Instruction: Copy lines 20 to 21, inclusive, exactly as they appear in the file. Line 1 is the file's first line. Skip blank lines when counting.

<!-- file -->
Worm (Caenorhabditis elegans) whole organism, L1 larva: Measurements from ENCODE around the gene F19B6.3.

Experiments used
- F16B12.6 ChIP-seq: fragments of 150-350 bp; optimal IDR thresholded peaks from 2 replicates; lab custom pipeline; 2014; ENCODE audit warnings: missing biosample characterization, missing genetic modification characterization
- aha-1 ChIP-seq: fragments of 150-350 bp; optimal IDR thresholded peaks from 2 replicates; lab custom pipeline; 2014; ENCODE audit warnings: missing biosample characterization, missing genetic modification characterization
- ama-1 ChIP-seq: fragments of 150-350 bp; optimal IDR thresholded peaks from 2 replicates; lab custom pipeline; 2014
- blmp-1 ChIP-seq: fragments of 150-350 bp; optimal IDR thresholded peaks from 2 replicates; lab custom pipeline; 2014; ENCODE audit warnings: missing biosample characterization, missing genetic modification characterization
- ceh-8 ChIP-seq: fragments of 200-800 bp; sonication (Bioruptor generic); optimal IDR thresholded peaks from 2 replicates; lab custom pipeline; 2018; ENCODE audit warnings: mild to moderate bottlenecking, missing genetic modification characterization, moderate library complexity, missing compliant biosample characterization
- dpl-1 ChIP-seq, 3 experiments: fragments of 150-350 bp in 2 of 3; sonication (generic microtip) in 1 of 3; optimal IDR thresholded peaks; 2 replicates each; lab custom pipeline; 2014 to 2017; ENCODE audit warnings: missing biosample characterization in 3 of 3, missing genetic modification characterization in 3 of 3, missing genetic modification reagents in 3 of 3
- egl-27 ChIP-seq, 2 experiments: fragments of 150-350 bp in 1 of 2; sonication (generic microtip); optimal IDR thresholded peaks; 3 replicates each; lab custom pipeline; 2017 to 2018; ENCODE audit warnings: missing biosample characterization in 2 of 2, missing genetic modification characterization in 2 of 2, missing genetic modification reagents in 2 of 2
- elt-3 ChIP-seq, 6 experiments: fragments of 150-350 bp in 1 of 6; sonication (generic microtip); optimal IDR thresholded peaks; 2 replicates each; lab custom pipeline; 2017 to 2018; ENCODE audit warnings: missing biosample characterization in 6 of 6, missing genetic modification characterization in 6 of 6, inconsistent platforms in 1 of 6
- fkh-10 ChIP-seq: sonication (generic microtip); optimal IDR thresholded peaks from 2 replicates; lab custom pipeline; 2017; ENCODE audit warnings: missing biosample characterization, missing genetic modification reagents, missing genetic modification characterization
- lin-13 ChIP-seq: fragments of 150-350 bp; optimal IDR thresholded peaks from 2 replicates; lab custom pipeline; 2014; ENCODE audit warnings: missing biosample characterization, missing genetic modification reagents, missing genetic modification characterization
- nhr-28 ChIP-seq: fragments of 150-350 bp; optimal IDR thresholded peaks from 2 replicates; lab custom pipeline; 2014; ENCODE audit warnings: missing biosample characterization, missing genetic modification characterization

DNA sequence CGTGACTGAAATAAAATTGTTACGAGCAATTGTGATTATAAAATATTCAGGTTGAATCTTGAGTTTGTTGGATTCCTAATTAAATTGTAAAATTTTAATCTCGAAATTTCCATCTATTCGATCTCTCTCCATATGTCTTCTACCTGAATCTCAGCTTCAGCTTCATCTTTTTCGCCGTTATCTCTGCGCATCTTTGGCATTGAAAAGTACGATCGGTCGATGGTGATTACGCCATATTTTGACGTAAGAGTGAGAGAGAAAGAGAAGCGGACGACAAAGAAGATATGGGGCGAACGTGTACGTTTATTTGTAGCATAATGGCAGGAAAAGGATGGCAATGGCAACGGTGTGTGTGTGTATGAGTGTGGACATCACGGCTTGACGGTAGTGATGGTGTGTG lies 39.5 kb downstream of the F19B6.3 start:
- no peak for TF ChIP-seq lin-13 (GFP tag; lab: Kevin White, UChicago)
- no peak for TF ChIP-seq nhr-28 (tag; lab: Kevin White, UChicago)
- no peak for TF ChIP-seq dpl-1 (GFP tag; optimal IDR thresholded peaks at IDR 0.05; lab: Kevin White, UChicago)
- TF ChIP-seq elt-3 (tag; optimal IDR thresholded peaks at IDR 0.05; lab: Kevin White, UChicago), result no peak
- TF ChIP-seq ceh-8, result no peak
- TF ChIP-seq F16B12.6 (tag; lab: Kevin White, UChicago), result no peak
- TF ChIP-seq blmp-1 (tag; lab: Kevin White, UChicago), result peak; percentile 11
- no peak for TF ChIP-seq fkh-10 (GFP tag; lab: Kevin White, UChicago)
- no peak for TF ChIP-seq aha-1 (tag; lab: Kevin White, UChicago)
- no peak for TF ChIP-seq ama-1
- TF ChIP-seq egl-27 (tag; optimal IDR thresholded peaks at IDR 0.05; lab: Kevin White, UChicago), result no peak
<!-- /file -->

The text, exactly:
- TF ChIP-seq F16B12.6 (tag; lab: Kevin White, UChicago), result no peak
- TF ChIP-seq blmp-1 (tag; lab: Kevin White, UChicago), result peak; percentile 11